Early assessments of the growth rate of COVID-19 were subject to significant uncertainty, as expected with limited data and difficulties in case ascertainment, but as cases were recorded in multiple countries, more robust inferences could be made. Using multiple countries, data streams and methods, we estimated that, when unconstrained, European COVID-19 confirmed cases doubled on average every 3 days (range 2.2–4.3 days) and Italian hospital and intensive care unit admissions every 2–3 days; values that are significantly lower than the 5–7 days dominating the early published literature. Furthermore, we showed that the impact of physical distancing interventions was typically not seen until at least 9 days after implementation, during which time confirmed cases could grow eightfold. We argue that such temporal patterns are more critical than precise estimates of the time-insensitive basic reproduction number R0 for initiating interventions, and that the combination of fast growth and long detection delays explains the struggle in countries' outbreak response better than large values of R0 alone. One year on from first reporting these results, reproduction numbers continue to dominate the media and public discourse, but robust estimates of unconstrained growth remain essential for planning worst-case scenarios, and detection delays are still key in informing the relaxation and re-implementation of interventions. This article is part of the theme issue ‘Modelling that shaped the early COVID-19 pandemic response in the UK’.
    • Convex hull estimation of mammalian body segment parameters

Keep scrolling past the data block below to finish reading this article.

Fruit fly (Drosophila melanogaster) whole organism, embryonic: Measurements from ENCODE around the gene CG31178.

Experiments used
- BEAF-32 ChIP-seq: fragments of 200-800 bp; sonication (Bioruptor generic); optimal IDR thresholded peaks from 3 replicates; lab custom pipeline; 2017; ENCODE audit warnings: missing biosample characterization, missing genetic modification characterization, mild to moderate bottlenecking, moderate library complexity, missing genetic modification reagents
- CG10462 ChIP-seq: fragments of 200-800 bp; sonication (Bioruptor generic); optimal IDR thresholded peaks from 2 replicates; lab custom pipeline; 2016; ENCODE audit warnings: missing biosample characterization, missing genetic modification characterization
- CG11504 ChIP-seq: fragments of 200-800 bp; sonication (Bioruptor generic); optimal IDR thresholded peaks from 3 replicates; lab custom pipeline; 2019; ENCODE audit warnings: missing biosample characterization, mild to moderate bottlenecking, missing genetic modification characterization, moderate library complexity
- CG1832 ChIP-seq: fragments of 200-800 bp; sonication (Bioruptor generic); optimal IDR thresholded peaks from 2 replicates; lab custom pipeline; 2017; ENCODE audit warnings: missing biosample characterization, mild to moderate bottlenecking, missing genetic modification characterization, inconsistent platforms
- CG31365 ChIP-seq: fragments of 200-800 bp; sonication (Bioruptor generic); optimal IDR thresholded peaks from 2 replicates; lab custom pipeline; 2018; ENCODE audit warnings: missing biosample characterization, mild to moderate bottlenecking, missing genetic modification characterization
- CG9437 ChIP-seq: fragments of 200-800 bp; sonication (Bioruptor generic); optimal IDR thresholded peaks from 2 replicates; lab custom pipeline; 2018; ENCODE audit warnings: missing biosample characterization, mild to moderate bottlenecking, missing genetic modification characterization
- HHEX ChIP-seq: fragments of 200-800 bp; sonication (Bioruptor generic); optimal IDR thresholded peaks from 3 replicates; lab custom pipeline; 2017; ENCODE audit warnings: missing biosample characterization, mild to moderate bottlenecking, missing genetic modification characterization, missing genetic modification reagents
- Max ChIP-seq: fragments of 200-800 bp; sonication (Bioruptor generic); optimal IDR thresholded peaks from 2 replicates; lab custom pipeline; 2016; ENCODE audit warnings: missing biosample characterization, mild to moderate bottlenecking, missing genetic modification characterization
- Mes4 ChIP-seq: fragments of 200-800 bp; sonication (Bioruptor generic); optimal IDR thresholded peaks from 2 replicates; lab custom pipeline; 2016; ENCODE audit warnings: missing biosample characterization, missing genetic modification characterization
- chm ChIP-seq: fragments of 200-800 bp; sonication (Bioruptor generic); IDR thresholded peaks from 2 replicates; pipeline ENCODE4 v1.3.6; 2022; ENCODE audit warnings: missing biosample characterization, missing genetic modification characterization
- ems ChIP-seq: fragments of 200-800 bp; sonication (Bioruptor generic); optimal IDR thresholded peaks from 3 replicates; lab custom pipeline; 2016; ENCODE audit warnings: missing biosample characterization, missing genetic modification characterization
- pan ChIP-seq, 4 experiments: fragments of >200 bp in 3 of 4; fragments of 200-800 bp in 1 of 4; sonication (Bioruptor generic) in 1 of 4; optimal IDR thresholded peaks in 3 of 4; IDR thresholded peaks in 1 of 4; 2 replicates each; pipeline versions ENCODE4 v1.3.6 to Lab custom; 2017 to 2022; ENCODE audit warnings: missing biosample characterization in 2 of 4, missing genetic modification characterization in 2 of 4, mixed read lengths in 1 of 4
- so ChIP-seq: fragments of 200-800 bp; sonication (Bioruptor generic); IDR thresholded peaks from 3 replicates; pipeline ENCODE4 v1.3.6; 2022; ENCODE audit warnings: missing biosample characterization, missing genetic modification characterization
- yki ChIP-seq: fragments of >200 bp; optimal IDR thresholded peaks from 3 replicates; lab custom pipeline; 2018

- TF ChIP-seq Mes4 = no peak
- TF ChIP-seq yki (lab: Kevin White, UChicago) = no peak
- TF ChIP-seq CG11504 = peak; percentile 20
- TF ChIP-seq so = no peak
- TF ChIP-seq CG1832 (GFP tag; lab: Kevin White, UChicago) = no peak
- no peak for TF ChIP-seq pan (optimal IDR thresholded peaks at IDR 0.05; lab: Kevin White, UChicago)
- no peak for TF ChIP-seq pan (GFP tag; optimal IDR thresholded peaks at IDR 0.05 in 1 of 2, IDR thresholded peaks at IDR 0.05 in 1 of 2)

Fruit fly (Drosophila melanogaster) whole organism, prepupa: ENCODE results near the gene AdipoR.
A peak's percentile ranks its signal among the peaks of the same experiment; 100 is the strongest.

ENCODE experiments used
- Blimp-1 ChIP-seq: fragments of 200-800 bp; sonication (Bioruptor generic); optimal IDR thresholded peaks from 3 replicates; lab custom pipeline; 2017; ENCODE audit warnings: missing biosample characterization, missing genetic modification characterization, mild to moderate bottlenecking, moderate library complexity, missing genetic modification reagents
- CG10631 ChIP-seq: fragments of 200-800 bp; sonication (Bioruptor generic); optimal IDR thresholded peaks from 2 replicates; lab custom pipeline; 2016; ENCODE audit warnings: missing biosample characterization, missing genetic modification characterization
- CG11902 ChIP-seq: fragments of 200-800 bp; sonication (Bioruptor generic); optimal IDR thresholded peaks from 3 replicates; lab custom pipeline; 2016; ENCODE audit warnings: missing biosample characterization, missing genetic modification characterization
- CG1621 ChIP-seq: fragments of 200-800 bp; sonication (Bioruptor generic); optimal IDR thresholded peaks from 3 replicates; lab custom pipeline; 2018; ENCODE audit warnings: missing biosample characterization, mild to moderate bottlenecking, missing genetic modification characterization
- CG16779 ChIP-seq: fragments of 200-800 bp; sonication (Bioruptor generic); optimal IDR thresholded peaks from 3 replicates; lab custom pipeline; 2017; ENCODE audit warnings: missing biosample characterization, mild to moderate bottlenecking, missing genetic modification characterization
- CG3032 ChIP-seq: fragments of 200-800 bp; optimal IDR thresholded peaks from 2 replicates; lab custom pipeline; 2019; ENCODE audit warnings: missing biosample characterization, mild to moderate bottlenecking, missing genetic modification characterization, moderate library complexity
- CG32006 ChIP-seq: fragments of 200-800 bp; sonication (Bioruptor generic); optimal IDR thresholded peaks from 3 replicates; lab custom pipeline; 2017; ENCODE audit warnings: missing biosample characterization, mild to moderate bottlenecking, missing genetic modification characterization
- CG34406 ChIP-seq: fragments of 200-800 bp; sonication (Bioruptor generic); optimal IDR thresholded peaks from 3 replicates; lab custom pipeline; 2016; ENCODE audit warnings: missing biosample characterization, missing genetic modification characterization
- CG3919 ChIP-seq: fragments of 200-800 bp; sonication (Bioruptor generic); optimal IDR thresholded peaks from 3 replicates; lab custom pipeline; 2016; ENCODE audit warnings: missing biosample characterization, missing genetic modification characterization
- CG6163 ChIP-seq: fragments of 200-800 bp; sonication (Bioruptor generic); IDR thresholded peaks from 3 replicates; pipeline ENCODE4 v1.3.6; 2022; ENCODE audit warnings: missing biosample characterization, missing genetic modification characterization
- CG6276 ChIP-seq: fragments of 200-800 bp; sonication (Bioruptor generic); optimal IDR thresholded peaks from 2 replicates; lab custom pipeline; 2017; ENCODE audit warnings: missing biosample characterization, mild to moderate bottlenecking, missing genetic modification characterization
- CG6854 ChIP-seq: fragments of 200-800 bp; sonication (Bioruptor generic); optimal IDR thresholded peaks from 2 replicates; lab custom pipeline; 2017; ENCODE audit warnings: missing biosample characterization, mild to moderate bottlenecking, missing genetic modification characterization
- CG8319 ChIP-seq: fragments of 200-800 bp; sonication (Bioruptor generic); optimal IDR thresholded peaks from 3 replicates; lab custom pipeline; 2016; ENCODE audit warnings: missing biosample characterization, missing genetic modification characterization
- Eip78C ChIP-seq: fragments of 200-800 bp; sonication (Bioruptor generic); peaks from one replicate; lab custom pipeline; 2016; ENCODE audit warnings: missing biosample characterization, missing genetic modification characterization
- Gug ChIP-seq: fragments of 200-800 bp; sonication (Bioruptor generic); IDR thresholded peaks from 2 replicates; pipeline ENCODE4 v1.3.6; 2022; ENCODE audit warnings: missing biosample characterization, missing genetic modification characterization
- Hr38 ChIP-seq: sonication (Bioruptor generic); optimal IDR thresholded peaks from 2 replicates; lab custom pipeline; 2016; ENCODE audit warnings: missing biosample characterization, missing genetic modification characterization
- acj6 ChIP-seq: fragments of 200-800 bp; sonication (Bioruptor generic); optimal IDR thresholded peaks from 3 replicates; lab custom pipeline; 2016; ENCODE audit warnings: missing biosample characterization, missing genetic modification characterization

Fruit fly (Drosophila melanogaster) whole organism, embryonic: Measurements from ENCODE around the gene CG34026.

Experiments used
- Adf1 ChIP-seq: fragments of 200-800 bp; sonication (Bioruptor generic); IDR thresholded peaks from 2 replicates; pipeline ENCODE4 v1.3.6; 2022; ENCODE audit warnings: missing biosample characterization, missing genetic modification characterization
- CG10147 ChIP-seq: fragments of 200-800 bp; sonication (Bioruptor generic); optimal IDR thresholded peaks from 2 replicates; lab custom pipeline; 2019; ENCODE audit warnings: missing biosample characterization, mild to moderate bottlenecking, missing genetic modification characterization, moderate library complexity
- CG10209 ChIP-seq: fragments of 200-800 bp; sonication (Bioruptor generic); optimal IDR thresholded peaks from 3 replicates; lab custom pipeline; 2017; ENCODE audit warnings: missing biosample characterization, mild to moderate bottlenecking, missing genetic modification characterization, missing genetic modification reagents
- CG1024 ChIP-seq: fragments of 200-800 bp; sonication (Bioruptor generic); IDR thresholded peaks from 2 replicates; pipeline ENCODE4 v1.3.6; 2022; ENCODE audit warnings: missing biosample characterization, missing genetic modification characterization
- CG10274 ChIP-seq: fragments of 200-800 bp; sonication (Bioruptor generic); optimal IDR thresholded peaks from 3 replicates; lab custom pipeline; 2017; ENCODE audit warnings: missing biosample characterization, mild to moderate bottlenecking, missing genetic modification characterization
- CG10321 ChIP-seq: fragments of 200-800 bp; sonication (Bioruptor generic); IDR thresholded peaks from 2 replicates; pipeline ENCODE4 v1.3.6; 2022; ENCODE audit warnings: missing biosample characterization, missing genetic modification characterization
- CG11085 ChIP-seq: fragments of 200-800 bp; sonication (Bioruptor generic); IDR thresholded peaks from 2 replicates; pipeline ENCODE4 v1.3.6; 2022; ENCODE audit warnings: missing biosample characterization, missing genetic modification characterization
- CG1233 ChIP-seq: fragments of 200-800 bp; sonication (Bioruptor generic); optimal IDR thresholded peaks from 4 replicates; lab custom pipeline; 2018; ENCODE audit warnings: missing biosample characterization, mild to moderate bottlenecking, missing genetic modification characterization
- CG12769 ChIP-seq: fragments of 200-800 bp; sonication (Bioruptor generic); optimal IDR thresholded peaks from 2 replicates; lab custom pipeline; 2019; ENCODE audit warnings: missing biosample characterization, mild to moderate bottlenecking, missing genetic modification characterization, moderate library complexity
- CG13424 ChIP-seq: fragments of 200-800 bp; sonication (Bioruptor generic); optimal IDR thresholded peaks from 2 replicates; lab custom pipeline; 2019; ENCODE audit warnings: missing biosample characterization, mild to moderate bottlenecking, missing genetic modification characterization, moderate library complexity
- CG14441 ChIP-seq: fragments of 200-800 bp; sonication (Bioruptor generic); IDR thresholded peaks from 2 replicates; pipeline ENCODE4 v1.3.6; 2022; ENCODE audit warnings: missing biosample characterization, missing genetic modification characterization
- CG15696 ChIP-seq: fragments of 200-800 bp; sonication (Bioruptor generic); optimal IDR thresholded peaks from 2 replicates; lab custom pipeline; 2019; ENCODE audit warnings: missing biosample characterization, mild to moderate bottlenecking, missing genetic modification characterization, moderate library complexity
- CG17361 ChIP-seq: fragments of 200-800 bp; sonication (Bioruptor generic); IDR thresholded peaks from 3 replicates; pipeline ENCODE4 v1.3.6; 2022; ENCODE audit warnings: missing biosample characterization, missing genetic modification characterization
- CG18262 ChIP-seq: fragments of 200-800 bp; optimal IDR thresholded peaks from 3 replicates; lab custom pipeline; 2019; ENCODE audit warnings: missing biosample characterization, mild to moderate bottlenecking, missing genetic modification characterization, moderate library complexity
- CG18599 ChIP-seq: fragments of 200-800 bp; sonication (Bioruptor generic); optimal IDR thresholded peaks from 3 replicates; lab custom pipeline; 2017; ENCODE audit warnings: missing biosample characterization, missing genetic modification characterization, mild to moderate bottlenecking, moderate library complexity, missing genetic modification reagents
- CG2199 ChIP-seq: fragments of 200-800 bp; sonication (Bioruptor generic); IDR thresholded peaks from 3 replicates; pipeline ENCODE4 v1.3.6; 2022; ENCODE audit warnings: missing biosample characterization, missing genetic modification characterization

Coatham, Samuel J.; orcid: 0000-0003-4597-6210; email: sam.coatham@postgrad.manchester.ac.uk; Sellers, William I.; orcid: 0000-0002-2913-5406; Püschel, Thomas A.; orcid: 0000-0002-2231-2297 (The Royal Society, 2021-06-30)
      Obtaining accurate values for body segment parameters (BSPs) is fundamental in many biomechanical studies, particularly for gait analysis. Convex hulling, where the smallest-possible convex object that surrounds a set of points is calculated, has been suggested as an effective and time-efficient method to estimate these parameters in extinct animals, where soft tissues are rarely preserved. We investigated the effectiveness of convex hull BSP estimation in a range of extant mammals, to inform the potential future usage of this technique with extinct taxa. Computed tomography scans of both the skeleton and skin of every species investigated were virtually segmented. BSPs (the mass, position of the centre of mass and inertial tensors of each segment) were calculated from the resultant soft tissue segments, while the bone segments were used as the basis for convex hull reconstructions. We performed phylogenetic generalized least squares and ordinary least squares regressions to compare the BSPs calculated from soft tissue segments with those estimated using convex hulls, finding consistent predictive relationships for each body segment. The resultant regression equations can, therefore, be used with confidence in future volumetric reconstruction and biomechanical analyses of mammals, in both extinct and extant species where such data may not be available.